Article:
Image and featured image courtesy of BrainCo

There are an array of potential applications for device, which is currently being prepared for clinical trials, but at present BrainCo is focusing on developing it as a therapeutic product for children and teenagers with ADHD. The idea is that the users play games made for the device, which help them to improve their concentration and focus.

One such game that has been developed for the system is Focus Oasis, an Animal Crossing-style mobile game that focuses on providing a fun, positive experience that rewards the player for greater focus.

“You drop into this oasis, this area which only you can access and which has a collection of characters in it. So the idea is you walk around, you explore this nice rich environment and each character you meet has a different request for you. Is one character asks: can you help me do my fishing? Somebody else is like: I’m trying to get all these flowers to bloom, can you help me make all the flowers and the frogs come out?”

The idea behind this, says Wylie, is that the player sees a physical improvement in the world as they focus more; a reward for their improved concentration.

“I really didn’t want to just make more homework for the kids, so I wanted to create something that gives them a sense of this is my space and it’s just for me,” she says. “I’m doing this because it feels good and not because I’ve been sat down with it.”

Getting into games

However, while BrainCo is currently only used as a therapy device, it could also have significant potential as a new form of gaming device.

“In the long run I really, really want to make it a purely entertainment device, which is available to anyone playing any type of game, and BrainCo is slowly going there,” says Wylie.

There is definitely a horror application of this device where as you’re walking around, this device will be able to read when you are most scared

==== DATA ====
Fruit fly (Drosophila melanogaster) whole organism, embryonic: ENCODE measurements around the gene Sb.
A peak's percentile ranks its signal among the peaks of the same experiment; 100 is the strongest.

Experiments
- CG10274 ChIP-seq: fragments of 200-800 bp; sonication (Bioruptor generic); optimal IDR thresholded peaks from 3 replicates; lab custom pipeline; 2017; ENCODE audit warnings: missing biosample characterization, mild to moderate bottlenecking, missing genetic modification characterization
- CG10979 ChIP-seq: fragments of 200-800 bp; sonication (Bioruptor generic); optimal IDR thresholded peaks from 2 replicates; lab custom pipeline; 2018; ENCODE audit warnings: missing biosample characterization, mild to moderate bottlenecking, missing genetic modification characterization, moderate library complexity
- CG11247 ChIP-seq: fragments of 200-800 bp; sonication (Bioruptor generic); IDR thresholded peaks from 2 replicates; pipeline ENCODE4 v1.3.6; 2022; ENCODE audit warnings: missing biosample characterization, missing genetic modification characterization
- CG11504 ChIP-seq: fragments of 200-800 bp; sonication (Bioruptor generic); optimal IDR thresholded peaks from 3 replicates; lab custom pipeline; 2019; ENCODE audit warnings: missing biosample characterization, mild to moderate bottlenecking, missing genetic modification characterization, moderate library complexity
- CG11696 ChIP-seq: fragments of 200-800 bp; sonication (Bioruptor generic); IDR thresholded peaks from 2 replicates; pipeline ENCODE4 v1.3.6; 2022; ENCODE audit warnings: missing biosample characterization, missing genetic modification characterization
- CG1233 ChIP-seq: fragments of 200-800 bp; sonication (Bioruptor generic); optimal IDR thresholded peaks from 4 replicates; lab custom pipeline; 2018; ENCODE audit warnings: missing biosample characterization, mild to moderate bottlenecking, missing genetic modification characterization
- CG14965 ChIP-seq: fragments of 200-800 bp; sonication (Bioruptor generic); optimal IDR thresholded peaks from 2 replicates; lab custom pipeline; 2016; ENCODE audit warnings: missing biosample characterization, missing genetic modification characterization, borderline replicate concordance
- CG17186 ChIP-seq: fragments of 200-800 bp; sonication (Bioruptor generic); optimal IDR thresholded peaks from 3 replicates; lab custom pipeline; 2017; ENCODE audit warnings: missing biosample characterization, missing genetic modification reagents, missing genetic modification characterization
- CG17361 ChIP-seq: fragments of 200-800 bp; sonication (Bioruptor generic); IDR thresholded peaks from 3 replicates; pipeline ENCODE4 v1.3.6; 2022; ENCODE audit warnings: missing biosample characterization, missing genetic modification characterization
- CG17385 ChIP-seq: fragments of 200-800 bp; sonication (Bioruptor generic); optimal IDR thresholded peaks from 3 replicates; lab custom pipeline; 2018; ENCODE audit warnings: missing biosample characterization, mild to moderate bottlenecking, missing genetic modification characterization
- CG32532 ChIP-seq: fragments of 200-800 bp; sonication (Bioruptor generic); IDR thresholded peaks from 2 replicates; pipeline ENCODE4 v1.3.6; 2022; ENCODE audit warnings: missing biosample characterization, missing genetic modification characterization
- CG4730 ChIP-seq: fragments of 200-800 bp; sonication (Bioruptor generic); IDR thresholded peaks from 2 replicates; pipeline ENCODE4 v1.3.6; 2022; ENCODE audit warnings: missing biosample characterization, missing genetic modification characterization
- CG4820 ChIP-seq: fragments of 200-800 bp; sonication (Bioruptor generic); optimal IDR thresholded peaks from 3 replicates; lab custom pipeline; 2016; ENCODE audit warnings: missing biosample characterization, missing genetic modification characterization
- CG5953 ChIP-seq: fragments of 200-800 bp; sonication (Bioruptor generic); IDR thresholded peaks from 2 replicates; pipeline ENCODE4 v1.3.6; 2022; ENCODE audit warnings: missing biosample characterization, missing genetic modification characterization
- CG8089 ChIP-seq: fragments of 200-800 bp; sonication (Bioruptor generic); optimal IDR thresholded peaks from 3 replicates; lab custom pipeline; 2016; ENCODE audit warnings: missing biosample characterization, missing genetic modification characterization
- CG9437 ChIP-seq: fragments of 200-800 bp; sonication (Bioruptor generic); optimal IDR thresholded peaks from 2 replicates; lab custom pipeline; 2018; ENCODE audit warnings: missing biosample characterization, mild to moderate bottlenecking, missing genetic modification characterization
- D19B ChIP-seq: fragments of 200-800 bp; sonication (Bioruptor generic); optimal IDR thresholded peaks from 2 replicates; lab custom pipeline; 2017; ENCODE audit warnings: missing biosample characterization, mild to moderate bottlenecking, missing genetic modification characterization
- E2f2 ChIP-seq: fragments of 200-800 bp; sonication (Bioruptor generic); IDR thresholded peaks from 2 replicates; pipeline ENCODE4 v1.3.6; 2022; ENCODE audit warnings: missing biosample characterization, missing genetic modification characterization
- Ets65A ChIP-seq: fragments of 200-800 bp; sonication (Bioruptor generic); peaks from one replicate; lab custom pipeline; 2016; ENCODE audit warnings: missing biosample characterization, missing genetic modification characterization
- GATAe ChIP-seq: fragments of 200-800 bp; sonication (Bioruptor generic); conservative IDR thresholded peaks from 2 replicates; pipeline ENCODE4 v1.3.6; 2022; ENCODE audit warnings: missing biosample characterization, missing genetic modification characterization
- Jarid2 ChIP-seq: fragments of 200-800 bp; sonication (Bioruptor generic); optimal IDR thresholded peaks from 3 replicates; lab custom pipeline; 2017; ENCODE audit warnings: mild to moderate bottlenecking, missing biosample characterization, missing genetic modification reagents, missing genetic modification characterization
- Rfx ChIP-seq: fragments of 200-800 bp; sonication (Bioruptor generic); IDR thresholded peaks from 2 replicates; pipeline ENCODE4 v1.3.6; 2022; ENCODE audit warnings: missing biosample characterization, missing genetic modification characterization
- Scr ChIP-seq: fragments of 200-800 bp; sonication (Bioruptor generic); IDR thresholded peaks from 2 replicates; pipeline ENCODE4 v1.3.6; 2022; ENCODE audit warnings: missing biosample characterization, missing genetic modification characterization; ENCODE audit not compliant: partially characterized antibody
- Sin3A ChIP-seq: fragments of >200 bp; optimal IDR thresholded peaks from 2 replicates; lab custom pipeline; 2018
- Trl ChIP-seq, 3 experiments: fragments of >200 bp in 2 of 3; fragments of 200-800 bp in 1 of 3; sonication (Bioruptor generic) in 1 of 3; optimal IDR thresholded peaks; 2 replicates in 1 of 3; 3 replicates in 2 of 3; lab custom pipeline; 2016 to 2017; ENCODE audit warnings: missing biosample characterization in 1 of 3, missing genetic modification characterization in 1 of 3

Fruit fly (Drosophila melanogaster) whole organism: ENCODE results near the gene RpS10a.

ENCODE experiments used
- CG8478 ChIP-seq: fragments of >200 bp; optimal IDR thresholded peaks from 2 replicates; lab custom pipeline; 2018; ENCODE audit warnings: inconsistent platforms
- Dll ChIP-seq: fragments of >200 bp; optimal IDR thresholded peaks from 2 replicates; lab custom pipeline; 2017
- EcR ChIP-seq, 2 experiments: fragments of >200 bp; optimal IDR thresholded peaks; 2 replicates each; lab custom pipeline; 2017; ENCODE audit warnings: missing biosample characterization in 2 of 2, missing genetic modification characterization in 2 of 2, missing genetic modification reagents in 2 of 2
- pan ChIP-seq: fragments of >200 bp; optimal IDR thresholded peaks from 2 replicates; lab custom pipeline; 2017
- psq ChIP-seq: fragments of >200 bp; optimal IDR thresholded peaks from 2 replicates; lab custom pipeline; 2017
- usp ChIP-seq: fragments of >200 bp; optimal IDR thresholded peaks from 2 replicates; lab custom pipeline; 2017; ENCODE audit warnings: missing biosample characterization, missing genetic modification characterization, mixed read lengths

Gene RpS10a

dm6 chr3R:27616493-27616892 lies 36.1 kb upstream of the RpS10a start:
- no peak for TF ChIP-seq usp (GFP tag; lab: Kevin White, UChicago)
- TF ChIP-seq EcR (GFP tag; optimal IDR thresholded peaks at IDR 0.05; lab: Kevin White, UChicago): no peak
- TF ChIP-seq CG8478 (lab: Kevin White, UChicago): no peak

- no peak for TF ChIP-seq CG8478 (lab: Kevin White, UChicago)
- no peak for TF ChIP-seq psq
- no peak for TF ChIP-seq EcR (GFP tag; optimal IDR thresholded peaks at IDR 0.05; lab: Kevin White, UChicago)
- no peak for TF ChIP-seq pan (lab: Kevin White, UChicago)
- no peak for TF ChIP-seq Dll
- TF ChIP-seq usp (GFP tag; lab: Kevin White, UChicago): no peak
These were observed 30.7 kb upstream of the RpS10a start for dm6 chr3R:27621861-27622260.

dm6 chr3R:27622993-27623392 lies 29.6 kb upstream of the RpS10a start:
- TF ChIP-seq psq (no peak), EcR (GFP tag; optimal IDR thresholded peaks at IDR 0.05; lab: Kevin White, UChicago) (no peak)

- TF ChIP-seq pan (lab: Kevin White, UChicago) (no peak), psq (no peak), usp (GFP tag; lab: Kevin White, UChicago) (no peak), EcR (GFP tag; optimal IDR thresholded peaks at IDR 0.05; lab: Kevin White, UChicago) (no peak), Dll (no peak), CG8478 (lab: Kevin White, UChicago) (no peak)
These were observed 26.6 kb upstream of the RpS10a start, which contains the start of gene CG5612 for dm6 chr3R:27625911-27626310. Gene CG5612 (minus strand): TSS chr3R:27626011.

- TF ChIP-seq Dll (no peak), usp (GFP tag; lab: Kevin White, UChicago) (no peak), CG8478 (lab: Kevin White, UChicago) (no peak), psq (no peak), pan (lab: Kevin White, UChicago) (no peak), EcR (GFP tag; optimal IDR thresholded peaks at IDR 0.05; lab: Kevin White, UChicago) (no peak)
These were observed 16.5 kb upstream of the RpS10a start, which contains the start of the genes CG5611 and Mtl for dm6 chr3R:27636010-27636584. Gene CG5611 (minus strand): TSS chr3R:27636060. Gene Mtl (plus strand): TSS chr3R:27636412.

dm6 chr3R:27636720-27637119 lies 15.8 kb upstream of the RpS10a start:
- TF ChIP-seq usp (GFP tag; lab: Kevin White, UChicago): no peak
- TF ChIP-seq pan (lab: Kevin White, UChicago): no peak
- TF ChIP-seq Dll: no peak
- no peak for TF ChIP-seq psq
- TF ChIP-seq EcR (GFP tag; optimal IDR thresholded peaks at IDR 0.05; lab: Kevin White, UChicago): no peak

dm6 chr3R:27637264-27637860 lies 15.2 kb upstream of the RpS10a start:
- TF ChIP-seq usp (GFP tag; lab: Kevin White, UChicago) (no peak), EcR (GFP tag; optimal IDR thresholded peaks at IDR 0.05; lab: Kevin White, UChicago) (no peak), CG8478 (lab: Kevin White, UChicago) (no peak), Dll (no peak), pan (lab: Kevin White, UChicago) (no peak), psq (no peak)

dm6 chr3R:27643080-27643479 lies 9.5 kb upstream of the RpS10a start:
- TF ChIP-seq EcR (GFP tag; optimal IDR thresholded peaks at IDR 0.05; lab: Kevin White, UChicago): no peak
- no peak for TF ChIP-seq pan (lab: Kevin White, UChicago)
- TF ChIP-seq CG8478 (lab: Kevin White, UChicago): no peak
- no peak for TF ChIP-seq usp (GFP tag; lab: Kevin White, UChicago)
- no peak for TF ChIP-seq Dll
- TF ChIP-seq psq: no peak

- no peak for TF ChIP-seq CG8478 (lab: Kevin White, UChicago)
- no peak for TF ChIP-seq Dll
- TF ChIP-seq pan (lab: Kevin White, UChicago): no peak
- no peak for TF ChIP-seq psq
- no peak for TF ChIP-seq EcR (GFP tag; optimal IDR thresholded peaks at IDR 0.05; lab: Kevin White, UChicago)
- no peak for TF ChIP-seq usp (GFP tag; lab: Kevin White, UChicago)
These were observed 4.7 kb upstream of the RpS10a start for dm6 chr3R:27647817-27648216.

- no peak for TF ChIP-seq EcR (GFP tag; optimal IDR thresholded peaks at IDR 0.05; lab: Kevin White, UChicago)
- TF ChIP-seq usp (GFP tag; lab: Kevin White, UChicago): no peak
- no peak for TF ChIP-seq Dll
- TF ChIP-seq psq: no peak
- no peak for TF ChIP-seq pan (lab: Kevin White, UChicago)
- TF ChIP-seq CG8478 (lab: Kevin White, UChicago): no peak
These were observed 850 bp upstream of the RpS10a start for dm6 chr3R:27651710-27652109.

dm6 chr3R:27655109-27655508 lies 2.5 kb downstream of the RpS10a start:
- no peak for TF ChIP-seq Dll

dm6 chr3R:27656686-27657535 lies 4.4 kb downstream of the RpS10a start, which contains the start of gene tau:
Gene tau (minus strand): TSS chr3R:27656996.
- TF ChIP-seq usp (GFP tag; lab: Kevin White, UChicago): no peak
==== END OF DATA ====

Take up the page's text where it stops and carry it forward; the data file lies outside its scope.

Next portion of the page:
That’s not to say that the technology wouldn’t be applicable to gaming in its current state. While the Focus 1 only touches on the potential of BCI, what it does do, it does well.

“I’d love to do a racing game where you’re just racing each other with how focused you are – that could be a lot of fun!” laughs Wylie. “I could go and make it now. We have an attention level: zero is stopped, 100 is 100 miles an hour, it would be relatively easy to code, but it doesn’t fit into what we kind of want to do with the BrainCo device now at all.”

Nevertheless, there will be chances for other developers to use the technology for these types of games before long. While the device does not yet have a set date for commercial availability, the company is planning to put together an SDK that will allow third-party game developers to create compatible experiences for it. These could in theory take the form of a host of different types of game, but all will provide rewards or responses purely within the gaming experience.

“The training technique, there’s no feedback – it doesn’t buzz your head like some neural feedback devices do, it’s purely through gamification: when you’re in a good place your game rewards you,” says Wylie. “All of the game applications will help the brain, will train the brain, but in the long run we’d love to see the SDK used just as a gaming device, or as a training device.”

Some games, of course, will be better suited to the headband than others. Wylie believes walking simulators and continuous runners are most likely to be well suited to the Focus 1, but there are other genres that could be dramatically improved by the addition of the BCI device, particularly in combination with virtual reality.

“There is definitely a horror application of this device where as you’re walking around, this device will be able to read when you are most scared, so the horror game that sees that when you see spiders you become more scared, so as the game goes on you see more and more spiders, that sort of thing,” she explains.

“So horror games that can learn from you. We’ve been talking about that for a while: once we get an SDK we’re specifically going to be reaching out to horror companies because we think that this could be really, really cool.”

If that sounds a little Black Mirror for your taste, however, the technology does also allow for far more restful gaming experiences.

“Personally I’d love to make this game where you’re in a world, in VR, and just imagine you’re sat on a field and all around you as you concentrate all the flowers open,” she says. “And it’s this immersive experience where you’re literally just sat in a place or stood walking around an area, and you’re controlling it and making it light up, all the colours changing and everything happening as you focus. I think it could be a really amazing artistic image.”

The outer limits

At present, BCI devices – and particularly those that are suitable for consumers – are relatively basic. But in time they are likely to develop into far more sophisticated pieces of technology.

However, exactly how sophisticated this form of non-invasive device could become remains a matter of contention.